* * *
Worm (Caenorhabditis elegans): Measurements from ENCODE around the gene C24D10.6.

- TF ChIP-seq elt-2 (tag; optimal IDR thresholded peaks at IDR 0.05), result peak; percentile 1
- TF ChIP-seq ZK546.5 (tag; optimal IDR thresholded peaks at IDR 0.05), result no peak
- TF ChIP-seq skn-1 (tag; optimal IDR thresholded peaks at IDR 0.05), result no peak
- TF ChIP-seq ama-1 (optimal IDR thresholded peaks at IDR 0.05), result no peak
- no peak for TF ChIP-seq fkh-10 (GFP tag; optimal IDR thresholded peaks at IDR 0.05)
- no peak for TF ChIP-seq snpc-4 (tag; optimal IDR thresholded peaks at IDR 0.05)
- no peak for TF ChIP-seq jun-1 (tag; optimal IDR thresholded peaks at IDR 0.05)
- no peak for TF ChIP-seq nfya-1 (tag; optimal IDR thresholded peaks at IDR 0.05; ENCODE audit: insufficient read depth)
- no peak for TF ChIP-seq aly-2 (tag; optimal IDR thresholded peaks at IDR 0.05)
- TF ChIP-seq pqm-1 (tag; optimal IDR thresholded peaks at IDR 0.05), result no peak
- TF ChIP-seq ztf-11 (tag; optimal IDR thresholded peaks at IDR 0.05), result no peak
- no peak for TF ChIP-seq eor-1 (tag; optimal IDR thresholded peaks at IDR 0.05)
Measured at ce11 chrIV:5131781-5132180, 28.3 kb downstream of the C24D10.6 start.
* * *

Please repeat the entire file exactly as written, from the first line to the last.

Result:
Worm (Caenorhabditis elegans): Measurements from ENCODE around the gene C24D10.6.

- TF ChIP-seq elt-2 (tag; optimal IDR thresholded peaks at IDR 0.05), result peak; percentile 1
- TF ChIP-seq ZK546.5 (tag; optimal IDR thresholded peaks at IDR 0.05), result no peak
- TF ChIP-seq skn-1 (tag; optimal IDR thresholded peaks at IDR 0.05), result no peak
- TF ChIP-seq ama-1 (optimal IDR thresholded peaks at IDR 0.05), result no peak
- no peak for TF ChIP-seq fkh-10 (GFP tag; optimal IDR thresholded peaks at IDR 0.05)
- no peak for TF ChIP-seq snpc-4 (tag; optimal IDR thresholded peaks at IDR 0.05)
- no peak for TF ChIP-seq jun-1 (tag; optimal IDR thresholded peaks at IDR 0.05)
- no peak for TF ChIP-seq nfya-1 (tag; optimal IDR thresholded peaks at IDR 0.05; ENCODE audit: insufficient read depth)
- no peak for TF ChIP-seq aly-2 (tag; optimal IDR thresholded peaks at IDR 0.05)
- TF ChIP-seq pqm-1 (tag; optimal IDR thresholded peaks at IDR 0.05), result no peak
- TF ChIP-seq ztf-11 (tag; optimal IDR thresholded peaks at IDR 0.05), result no peak
- no peak for TF ChIP-seq eor-1 (tag; optimal IDR thresholded peaks at IDR 0.05)
Measured at ce11 chrIV:5131781-5132180, 28.3 kb downstream of the C24D10.6 start.